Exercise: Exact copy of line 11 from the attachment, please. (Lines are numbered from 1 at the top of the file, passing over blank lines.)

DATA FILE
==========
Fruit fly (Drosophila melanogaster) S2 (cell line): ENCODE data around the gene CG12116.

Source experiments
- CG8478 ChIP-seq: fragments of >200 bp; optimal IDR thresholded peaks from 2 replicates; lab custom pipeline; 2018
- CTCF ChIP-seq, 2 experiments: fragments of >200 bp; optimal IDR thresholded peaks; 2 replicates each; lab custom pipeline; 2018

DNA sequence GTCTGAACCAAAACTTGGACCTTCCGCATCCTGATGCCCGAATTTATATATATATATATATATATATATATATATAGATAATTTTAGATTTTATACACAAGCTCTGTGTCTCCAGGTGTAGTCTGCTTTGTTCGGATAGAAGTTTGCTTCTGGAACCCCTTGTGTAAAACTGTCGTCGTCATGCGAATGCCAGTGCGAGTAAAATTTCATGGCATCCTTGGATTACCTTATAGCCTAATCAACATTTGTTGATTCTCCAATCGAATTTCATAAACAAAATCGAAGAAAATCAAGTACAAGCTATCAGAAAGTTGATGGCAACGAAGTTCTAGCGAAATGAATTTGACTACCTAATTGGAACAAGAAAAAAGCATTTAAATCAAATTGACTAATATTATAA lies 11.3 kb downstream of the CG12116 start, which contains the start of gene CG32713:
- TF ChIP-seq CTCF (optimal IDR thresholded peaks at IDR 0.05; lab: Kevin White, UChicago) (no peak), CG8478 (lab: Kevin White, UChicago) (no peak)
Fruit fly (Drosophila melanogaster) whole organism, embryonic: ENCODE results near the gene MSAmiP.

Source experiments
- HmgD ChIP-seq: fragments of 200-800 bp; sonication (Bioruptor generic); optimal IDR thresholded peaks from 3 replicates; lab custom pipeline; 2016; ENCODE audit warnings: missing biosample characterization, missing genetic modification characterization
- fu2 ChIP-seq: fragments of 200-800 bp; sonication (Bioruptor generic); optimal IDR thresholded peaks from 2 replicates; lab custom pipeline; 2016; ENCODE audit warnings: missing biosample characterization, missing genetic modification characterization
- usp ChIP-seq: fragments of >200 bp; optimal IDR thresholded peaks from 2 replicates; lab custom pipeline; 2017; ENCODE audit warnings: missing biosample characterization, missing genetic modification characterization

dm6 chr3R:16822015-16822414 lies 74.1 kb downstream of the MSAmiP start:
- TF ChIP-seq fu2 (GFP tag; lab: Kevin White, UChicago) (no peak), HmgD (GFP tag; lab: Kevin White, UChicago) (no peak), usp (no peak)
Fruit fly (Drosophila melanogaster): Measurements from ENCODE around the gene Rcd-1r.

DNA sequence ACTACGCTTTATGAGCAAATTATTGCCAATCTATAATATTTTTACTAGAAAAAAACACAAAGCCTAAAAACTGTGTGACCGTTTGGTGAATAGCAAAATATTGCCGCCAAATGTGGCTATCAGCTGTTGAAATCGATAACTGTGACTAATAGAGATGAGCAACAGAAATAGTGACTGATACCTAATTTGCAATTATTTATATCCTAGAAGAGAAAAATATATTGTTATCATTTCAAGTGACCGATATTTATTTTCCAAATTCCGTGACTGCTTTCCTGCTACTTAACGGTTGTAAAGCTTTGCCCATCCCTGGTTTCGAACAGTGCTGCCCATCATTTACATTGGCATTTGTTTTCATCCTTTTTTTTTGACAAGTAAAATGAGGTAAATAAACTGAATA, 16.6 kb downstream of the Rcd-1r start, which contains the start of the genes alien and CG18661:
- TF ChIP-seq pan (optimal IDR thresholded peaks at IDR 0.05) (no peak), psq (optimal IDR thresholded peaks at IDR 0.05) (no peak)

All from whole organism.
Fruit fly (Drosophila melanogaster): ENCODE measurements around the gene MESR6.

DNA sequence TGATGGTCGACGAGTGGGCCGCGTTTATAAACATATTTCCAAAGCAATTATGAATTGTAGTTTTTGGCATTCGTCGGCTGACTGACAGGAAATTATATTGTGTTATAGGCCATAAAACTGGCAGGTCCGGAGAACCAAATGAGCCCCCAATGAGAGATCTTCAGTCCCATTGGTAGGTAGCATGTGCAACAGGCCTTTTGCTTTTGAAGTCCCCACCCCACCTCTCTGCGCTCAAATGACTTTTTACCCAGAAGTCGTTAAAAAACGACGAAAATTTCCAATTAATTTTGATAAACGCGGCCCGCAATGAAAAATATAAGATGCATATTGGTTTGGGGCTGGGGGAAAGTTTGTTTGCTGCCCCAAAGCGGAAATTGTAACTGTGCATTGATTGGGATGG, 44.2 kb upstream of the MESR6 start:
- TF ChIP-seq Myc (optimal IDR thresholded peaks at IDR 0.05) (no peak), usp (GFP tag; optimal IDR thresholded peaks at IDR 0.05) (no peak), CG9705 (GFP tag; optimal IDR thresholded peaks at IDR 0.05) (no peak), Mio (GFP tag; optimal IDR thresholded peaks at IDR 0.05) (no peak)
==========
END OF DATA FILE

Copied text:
- usp ChIP-seq: fragments of >200 bp; optimal IDR thresholded peaks from 2 replicates; lab custom pipeline; 2017; ENCODE audit warnings: missing biosample characterization, missing genetic modification characterization